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In one of the most significant, recent displays of solidarity with the Syrian revolution, Syrian activists organized a day of protests around the world, as well as across liberated areas of Syria. Last Saturday, October 14, in what was called the “Syrian Day of Rage,” hundreds of protesters worldwide called for accountability for Syrian, Russian, and American war crimes and reiterated the revolution’s complete and total rejection of any resolution that keeps Bashar Al Assad’s regime in power.

In Idlib, Rustan, Douma, Eastern Ghouta and several other cities held by the Syrian National Coalition, the opposition governing entity, Syrians held large demonstrations. Internationally, protests took place in Istanbul, Buenos Aires, Berlin, London, and other metropolises. Some protests were held in front of Russian embassies to condemn Russia’s involvement in war crimes committed against Syrian civilians. Protestors also condemned inaction from the international community after the chemical attacks in Ghouta and Khan Shaykhoun, as well as U.S.-coalition airstrikes, which have killed hundreds, and perhaps over a thousand, civilians, in service of the fight against ISIS.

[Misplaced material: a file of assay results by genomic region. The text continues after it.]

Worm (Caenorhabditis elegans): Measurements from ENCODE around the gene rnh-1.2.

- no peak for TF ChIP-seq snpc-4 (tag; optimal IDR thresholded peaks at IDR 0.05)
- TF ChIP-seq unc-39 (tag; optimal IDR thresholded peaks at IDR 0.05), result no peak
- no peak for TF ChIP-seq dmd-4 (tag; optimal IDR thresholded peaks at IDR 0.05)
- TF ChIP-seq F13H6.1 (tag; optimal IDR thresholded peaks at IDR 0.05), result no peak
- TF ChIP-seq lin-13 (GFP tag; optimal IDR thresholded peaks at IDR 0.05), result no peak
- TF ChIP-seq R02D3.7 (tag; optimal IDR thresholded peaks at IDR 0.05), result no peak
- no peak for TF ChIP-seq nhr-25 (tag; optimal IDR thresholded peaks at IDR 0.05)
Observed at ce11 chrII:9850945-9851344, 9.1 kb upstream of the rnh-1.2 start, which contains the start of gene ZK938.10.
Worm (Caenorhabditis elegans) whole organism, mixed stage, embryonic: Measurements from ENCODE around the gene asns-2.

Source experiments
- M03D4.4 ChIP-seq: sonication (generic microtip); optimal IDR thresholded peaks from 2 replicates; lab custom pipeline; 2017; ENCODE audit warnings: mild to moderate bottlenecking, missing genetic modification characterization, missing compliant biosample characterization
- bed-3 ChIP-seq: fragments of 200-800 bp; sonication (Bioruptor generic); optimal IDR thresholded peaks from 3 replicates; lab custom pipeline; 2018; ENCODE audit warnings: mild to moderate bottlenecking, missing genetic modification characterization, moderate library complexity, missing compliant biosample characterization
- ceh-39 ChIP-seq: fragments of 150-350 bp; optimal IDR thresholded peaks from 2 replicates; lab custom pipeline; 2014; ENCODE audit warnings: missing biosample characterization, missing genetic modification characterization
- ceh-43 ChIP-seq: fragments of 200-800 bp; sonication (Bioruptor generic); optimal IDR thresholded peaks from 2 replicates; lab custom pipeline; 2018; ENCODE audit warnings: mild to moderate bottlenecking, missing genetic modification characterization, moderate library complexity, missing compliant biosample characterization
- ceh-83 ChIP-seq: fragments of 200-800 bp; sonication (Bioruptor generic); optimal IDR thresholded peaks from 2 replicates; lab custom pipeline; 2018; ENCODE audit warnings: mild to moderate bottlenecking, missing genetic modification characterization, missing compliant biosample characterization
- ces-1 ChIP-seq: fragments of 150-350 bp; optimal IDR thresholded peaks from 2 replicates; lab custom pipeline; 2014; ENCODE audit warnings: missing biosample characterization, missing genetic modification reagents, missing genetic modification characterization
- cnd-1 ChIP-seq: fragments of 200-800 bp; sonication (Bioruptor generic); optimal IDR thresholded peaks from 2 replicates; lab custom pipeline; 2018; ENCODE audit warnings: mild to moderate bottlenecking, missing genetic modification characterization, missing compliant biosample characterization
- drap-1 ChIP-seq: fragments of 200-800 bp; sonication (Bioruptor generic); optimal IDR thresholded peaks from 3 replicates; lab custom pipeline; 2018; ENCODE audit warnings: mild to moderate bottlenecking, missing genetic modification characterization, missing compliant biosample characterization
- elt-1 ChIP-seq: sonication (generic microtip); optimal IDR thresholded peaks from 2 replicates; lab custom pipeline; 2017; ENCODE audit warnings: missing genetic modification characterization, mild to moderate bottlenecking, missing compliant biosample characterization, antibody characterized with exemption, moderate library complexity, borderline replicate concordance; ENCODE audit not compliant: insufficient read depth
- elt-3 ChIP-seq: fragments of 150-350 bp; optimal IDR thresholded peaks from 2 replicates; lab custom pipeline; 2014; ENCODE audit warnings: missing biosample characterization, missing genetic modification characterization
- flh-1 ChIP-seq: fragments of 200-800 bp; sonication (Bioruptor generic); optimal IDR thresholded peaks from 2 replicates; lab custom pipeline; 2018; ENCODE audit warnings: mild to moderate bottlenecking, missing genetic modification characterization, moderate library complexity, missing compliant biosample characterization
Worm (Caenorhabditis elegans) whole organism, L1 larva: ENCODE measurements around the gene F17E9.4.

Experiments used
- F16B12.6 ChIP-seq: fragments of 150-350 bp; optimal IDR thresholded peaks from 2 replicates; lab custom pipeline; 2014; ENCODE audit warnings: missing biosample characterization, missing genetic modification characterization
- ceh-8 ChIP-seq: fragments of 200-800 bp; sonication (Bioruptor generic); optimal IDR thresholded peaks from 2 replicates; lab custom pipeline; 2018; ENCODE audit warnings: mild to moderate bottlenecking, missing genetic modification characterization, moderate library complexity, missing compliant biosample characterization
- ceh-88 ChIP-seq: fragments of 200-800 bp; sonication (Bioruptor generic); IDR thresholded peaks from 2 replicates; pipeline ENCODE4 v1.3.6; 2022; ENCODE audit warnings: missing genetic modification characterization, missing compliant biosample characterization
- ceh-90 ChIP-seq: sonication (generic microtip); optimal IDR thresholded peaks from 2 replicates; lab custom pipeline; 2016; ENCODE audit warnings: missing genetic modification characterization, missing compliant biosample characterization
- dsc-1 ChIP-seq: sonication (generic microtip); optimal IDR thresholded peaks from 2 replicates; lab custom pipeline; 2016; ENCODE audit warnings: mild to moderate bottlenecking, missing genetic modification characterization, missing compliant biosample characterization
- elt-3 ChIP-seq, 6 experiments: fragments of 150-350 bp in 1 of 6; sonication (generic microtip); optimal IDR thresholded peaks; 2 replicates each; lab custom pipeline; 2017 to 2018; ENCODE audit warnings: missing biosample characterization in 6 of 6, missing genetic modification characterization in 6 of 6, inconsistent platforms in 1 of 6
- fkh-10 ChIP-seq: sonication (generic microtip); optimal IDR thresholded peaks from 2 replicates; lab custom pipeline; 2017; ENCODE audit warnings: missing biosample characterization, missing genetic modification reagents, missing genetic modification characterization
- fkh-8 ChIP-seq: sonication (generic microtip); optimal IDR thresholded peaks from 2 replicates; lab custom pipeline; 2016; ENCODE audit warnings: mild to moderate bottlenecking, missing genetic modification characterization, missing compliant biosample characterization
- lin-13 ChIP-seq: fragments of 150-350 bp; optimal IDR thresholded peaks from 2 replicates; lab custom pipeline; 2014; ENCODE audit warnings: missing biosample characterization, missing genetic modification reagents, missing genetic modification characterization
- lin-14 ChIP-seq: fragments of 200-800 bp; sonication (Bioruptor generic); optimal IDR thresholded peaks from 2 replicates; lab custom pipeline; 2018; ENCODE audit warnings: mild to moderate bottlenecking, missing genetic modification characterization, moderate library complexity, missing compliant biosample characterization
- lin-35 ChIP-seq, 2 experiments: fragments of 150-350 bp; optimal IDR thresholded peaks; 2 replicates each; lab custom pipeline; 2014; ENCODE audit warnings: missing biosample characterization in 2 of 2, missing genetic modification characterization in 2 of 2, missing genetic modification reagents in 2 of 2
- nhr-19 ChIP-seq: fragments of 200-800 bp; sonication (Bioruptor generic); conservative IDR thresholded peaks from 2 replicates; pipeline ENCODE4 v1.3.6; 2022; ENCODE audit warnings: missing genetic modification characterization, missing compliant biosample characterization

Despite these Day of Rage demonstrations, the original, organized opposition that rose up against Assad in 2011 has little hope of unseating the dictator. Parts of the country that were liberated and governed by the Syrian National Coalition, namely Aleppo and Homs, are now entirely within the regime’s control, leaving only certain suburban areas of Aleppo and Damascus governed by the coalition. In recent days, the eastern city of Raqqa, which has served as ISIS’s de-facto capital, has also reportedly been retaken by the Syrian Democratic Forces (SDF) with help from U.S.-coalition airstrikes.

Over the past six years, the Assad regime has continually barrel bombed civilians and created fertile ground for the rise of violent groups, like ISIS and Al Nusra. Hundreds of thousands of Syrians have been killed and millions have been displaced. Despite all this, the Day of Rage demonstrations highlight how the revolutionary spirit of 2011 remains very much alive.

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